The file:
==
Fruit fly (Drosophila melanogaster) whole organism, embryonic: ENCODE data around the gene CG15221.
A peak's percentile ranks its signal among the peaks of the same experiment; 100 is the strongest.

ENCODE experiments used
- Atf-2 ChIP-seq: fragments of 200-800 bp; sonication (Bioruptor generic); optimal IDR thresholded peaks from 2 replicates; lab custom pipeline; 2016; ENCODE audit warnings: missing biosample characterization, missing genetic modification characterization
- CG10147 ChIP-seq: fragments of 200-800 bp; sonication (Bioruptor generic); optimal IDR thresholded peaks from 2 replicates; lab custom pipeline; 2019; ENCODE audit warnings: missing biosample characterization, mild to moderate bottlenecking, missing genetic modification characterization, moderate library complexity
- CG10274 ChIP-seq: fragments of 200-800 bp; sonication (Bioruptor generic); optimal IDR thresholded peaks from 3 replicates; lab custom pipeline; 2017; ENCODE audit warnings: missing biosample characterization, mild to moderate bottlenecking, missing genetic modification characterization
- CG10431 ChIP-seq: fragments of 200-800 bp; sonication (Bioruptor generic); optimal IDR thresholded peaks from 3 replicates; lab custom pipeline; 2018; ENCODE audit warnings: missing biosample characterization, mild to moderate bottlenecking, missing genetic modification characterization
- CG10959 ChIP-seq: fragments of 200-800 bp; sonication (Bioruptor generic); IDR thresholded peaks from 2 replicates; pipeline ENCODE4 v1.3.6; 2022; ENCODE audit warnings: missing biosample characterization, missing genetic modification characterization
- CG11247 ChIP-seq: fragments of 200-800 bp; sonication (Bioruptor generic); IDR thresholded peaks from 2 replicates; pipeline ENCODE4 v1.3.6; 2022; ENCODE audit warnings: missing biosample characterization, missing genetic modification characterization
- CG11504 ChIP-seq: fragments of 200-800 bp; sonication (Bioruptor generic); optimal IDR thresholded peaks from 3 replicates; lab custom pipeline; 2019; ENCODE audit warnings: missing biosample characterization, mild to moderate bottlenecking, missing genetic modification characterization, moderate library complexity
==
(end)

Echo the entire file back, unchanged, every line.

Fruit fly (Drosophila melanogaster) whole organism, embryonic: ENCODE data around the gene CG15221.
A peak's percentile ranks its signal among the peaks of the same experiment; 100 is the strongest.

ENCODE experiments used
- Atf-2 ChIP-seq: fragments of 200-800 bp; sonication (Bioruptor generic); optimal IDR thresholded peaks from 2 replicates; lab custom pipeline; 2016; ENCODE audit warnings: missing biosample characterization, missing genetic modification characterization
- CG10147 ChIP-seq: fragments of 200-800 bp; sonication (Bioruptor generic); optimal IDR thresholded peaks from 2 replicates; lab custom pipeline; 2019; ENCODE audit warnings: missing biosample characterization, mild to moderate bottlenecking, missing genetic modification characterization, moderate library complexity
- CG10274 ChIP-seq: fragments of 200-800 bp; sonication (Bioruptor generic); optimal IDR thresholded peaks from 3 replicates; lab custom pipeline; 2017; ENCODE audit warnings: missing biosample characterization, mild to moderate bottlenecking, missing genetic modification characterization
- CG10431 ChIP-seq: fragments of 200-800 bp; sonication (Bioruptor generic); optimal IDR thresholded peaks from 3 replicates; lab custom pipeline; 2018; ENCODE audit warnings: missing biosample characterization, mild to moderate bottlenecking, missing genetic modification characterization
- CG10959 ChIP-seq: fragments of 200-800 bp; sonication (Bioruptor generic); IDR thresholded peaks from 2 replicates; pipeline ENCODE4 v1.3.6; 2022; ENCODE audit warnings: missing biosample characterization, missing genetic modification characterization
- CG11247 ChIP-seq: fragments of 200-800 bp; sonication (Bioruptor generic); IDR thresholded peaks from 2 replicates; pipeline ENCODE4 v1.3.6; 2022; ENCODE audit warnings: missing biosample characterization, missing genetic modification characterization
- CG11504 ChIP-seq: fragments of 200-800 bp; sonication (Bioruptor generic); optimal IDR thresholded peaks from 3 replicates; lab custom pipeline; 2019; ENCODE audit warnings: missing biosample characterization, mild to moderate bottlenecking, missing genetic modification characterization, moderate library complexity